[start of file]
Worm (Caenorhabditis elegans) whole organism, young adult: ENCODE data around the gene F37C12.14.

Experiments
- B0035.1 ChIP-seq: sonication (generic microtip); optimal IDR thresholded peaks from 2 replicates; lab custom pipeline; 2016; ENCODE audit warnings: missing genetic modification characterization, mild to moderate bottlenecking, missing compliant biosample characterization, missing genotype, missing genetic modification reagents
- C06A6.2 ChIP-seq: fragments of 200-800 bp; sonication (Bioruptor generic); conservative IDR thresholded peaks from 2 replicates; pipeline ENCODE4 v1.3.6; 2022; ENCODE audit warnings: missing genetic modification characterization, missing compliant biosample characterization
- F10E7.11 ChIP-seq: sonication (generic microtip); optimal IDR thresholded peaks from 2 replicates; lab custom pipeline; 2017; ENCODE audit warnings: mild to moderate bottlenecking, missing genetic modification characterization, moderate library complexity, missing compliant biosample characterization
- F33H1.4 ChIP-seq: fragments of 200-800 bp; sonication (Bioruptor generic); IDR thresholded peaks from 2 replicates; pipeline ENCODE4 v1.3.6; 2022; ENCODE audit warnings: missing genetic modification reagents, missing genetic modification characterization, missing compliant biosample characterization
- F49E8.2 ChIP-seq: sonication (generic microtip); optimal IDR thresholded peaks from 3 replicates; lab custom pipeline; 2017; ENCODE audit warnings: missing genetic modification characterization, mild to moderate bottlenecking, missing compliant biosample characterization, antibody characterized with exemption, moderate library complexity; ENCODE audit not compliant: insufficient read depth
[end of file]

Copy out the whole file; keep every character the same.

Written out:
Worm (Caenorhabditis elegans) whole organism, young adult: ENCODE data around the gene F37C12.14.

Experiments
- B0035.1 ChIP-seq: sonication (generic microtip); optimal IDR thresholded peaks from 2 replicates; lab custom pipeline; 2016; ENCODE audit warnings: missing genetic modification characterization, mild to moderate bottlenecking, missing compliant biosample characterization, missing genotype, missing genetic modification reagents
- C06A6.2 ChIP-seq: fragments of 200-800 bp; sonication (Bioruptor generic); conservative IDR thresholded peaks from 2 replicates; pipeline ENCODE4 v1.3.6; 2022; ENCODE audit warnings: missing genetic modification characterization, missing compliant biosample characterization
- F10E7.11 ChIP-seq: sonication (generic microtip); optimal IDR thresholded peaks from 2 replicates; lab custom pipeline; 2017; ENCODE audit warnings: mild to moderate bottlenecking, missing genetic modification characterization, moderate library complexity, missing compliant biosample characterization
- F33H1.4 ChIP-seq: fragments of 200-800 bp; sonication (Bioruptor generic); IDR thresholded peaks from 2 replicates; pipeline ENCODE4 v1.3.6; 2022; ENCODE audit warnings: missing genetic modification reagents, missing genetic modification characterization, missing compliant biosample characterization
- F49E8.2 ChIP-seq: sonication (generic microtip); optimal IDR thresholded peaks from 3 replicates; lab custom pipeline; 2017; ENCODE audit warnings: missing genetic modification characterization, mild to moderate bottlenecking, missing compliant biosample characterization, antibody characterized with exemption, moderate library complexity; ENCODE audit not compliant: insufficient read depth